As an aside, I have always held that Hezbollah claim to be a national liberation organisation because of the occupied Shebaa Farms, an area of only several square miles, is fraudulent. No little patch of dirt is worth any war. Hezbollah exists as a political party militia more interested in threatening the Lebanese army and challenging the coalition Lebanese government.
ajjohnstone wrote: Hezbollah
To be clear, Hezbollah is part of the coalition Lebanese government and has on a number of instances worked alongside the Lebanese army.
Lebanese politics is a
Lebanese politics is a complicated affair and Hezbollah is as you say a minority "partner" in government.
Yet it remains an independent military organisation that refuses to integrate itself into Lebanon's government army, denying that it is a militia but rather a "resistance" force, which is the point I was making.
It probably out-guns the official Lebanese army.
This recent Al-Jazeera article describes the dire precarious position of the government army despite substantial US/UK/EU aid (with the caveat that Al-Jazeera is Qatari controlled and no friend of Hezbollah)
Hezbollah is involved in foreign intervention in Syria's civil war and not merely against encroachments of Islamists into Lebanese territory but as Iranian proxies.
Correct. But Hezbollah
Correct. But Hezbollah doesn't posture this way for no reason, it's because the Ta'if peace accords that put the civil war on ice declared that all militias were to be disarmed, except those fighting the Israeli occupation of South Lebanon. As Hezb was doing this, they were officially allowed to keep their guns (most of the other political factions still have armed militias, only semi-openly or secretly). Even though Israel effectively withdrew in the main, Hezb still claim their guns are legal on the grounds that there's still remaining land occupied, and that Hezb are the most credible defence if Israel invades again, as in 2006.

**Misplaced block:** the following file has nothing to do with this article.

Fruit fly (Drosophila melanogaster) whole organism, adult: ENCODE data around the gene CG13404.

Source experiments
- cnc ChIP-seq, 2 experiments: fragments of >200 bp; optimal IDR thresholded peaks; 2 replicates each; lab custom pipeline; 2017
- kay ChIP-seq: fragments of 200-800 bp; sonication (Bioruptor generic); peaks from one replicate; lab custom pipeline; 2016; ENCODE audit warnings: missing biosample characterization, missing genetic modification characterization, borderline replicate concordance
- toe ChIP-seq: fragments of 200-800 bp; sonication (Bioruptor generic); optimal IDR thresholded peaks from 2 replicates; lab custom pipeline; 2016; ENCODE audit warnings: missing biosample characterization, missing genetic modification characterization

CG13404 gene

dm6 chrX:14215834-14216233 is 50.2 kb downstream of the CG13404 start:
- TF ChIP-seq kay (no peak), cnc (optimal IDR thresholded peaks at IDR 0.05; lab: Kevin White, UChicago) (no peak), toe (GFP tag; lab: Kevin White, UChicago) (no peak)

This is relevant for because it reveals the odd dynamic Hezb have towards the Lebanese state, where they posture to outwardly respect its legitimacy whilst simultaneously ensuring they have considerable power independent of it. Their intention is not to take over the whole country and run it as an Islamic theocracy, but to essentially have that role over the Shia community.
The situation in Lebanon would not be improved one bit if Hezbollah disarmed and dissolved into the national army. This is the fantasyland solution promoted by the anti-Hezb political factions in Lebanon, and you see it in the AJ article: the Lebanese army is this independent force, respected by everyone regardless of sect, the symbol of national unity. All total horseshit, naturally. It's an attempt to position Lebanese nationalism as a cure to Lebanese sectarianism, without acknowledging that Lebanese nationalism was born out of sectarianism and can't be imagined to be independent from it.